Platelet-Rich Plasma (PRP) is a relatively new additional to companion animal medicine although its roots run deep in both human medicine and the equine field of veterinary medicine. Recently the uses of PRP have been highlighted by many prominent athletes that have turned to the aid of PRP to help speed recovery after a variety of ligament and tendon injuries, as well as post-surgical repair. PRP was initially developed for use in dentistry as an adjunct to bone healing with complicated jaw fractures and has been used extensively in human orthopedics for fracture repair and healing, as well as for tendon ruptures and chronic arthropathies (i.e., degenerative joint disease) often supplanting the need for invasive surgeries. Other uses in human medicine include non-healing skin wounds and ulcerations such as those seen in diabetic patients and burn patients.
In equine medicine, PRP has been used in a variety of conditions including tendon and ligament tears, chronic non-healing skin wounds, and eye trauma and ulcerations. Numerous studies have attested to the success and validity of PRP as both an adjunctive treatment modality or as a first line treatment in equine medicine.
PRP is in its relative infancy in companion animal medicine but will likely become a mainstream treatment for many conditions especially as the correlates between human and veterinary medicine continue to emerge. To date, only a handful of peer-reviewed studies have evaluated the effects of PRP treatment in dogs but there are numerous projects and studies underway to evaluate to breadth of function and efficacy of PRP in both dogs and cats.
PRP is one of a handful of products termed “Biologics”. Biologics are products derived from the patient’s own body, whether from blood like PRP or from bone marrow and adipocytes (fat cells) such as with stem cell therapy. The basis behind biologics is to use the natural healing products of the body to work in a more focused and concentrated manner then occurs through the natural healing process. By collecting and processing samples from the patient, a “super” concentrate is created of the body’s own healing mechanisms and where it is deliver directly to the site of concern. Take for instance PRP, the process involves collecting a sample of whole blood from the patient (typically 15ml) then using a special centrifuge and syringe system the platelets are separated from the other products in the blood such as white blood cells (which have many known pro-inflammatory and thus delayed healing properties) and red blood cells. Platelets are rich in numerous proteins, in particular platelet growth factors which are responsible for many of the steps necessary for tissue healing, repair and replication. Many of the products contained with PRP also have anti-inflammatory properties.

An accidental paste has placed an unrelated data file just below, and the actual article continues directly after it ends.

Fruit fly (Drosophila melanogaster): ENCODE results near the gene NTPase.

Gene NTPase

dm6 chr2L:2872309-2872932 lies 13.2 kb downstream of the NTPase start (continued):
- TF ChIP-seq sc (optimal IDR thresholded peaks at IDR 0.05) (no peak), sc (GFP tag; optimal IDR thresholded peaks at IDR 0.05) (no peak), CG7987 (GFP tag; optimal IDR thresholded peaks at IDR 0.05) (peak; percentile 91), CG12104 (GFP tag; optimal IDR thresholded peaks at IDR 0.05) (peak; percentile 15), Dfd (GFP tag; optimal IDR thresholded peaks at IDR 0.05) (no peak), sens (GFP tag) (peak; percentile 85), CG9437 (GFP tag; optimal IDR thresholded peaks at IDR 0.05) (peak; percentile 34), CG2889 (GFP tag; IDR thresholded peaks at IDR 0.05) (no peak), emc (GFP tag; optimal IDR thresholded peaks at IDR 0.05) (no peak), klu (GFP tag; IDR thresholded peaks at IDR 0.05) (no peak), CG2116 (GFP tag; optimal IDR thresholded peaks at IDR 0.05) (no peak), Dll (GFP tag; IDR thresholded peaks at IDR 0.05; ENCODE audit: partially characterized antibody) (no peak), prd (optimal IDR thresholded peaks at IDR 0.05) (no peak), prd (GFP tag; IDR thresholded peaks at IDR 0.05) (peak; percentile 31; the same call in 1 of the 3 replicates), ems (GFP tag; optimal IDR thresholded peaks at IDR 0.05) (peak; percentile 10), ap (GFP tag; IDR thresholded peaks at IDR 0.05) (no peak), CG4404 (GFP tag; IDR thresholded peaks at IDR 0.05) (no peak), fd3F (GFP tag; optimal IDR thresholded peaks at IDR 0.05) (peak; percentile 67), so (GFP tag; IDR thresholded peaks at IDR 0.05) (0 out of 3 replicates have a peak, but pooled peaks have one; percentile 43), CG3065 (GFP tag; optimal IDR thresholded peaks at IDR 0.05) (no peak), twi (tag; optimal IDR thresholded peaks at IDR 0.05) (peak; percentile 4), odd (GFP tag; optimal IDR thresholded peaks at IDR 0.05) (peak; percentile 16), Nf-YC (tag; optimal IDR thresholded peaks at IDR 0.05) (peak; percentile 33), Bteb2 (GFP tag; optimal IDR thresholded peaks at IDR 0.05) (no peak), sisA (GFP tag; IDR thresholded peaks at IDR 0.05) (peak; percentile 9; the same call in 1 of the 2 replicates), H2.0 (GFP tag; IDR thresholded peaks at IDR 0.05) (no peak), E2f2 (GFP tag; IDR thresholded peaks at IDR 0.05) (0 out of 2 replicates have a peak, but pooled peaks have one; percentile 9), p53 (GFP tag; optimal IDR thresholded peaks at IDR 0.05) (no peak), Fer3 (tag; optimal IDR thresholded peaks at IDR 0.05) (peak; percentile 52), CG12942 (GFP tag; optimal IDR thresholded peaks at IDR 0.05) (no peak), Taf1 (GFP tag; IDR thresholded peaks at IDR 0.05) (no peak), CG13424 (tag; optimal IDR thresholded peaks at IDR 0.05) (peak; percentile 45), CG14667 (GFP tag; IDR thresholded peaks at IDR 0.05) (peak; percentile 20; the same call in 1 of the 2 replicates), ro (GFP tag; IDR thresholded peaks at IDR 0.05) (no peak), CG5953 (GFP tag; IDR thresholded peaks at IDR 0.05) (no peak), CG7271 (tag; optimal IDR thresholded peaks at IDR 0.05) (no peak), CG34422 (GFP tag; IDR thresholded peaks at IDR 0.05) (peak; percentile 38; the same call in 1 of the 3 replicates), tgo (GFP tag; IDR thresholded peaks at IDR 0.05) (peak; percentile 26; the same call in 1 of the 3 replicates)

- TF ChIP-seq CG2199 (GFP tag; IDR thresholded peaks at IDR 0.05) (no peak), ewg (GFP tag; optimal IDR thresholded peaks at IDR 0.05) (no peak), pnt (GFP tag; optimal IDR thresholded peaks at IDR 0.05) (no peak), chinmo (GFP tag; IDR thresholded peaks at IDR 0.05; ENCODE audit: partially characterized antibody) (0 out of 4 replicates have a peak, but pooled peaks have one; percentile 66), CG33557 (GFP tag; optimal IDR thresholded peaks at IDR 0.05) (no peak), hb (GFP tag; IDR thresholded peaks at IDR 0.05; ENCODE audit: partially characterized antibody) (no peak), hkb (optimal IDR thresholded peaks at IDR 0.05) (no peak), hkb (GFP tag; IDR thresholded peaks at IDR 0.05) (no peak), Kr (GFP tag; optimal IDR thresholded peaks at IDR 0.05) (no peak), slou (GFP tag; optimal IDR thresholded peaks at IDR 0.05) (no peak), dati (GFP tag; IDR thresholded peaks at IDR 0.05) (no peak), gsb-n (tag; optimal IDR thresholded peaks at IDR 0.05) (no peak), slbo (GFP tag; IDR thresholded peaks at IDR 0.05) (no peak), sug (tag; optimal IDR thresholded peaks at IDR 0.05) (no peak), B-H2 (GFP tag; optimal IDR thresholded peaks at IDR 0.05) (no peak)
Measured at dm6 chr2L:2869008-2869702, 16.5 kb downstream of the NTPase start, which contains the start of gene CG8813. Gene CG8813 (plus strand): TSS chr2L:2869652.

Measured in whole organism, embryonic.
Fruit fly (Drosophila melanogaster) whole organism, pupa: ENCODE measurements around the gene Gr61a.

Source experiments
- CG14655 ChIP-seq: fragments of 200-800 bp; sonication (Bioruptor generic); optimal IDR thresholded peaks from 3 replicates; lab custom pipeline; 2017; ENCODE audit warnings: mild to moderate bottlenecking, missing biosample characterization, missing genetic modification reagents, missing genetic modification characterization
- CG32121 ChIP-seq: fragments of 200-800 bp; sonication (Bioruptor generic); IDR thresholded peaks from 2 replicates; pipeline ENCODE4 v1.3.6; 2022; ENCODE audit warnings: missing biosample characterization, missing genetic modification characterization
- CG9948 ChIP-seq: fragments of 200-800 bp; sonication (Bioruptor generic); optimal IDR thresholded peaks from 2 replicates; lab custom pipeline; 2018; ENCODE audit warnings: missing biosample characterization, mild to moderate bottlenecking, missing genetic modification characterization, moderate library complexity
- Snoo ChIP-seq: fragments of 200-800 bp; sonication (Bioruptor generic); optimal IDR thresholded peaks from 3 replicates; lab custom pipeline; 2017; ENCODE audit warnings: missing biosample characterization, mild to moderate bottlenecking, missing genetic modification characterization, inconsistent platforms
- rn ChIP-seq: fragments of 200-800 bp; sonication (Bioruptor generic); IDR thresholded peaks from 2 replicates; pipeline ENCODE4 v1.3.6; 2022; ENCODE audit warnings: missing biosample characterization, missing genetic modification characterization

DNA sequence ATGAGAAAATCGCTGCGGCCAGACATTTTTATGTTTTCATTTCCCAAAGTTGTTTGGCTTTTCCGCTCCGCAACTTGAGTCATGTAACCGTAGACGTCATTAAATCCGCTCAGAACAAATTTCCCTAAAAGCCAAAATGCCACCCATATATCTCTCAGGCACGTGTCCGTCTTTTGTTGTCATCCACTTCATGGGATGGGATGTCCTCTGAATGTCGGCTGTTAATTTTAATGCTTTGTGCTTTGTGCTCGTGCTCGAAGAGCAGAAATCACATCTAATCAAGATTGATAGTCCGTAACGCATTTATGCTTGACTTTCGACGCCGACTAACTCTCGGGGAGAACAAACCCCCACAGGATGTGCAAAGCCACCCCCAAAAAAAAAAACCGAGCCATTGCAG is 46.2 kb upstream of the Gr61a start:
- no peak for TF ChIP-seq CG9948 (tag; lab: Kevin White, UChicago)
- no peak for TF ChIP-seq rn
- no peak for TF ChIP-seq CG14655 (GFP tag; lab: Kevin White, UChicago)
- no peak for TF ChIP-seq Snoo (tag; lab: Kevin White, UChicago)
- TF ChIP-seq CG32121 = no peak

PRP is an innovative technique using the pet’s own biological properties to enhance and augment the healing process. It is a relatively simple, safe technique with no contraindications and minimal side effects. The procedure can often be performed with either light sedation or no sedation compared to other biologics such as stem cell therapy. It can be used in conjunction with a multimodal approach to treating chronic degenerative joint disorders, post-operatively to help speed up cartilage and bone repair following procedures such as cruciate ligament repair and fracture repairs, and potentially in place of invasive surgical procedures on a case by case basis. Although there are many unanswered questions regarding the full extent of PRPs utility as a medical treatment, the evidence continues to support PRP (and other biologics) to be effective and safe modalities for a multitude of medical conditions.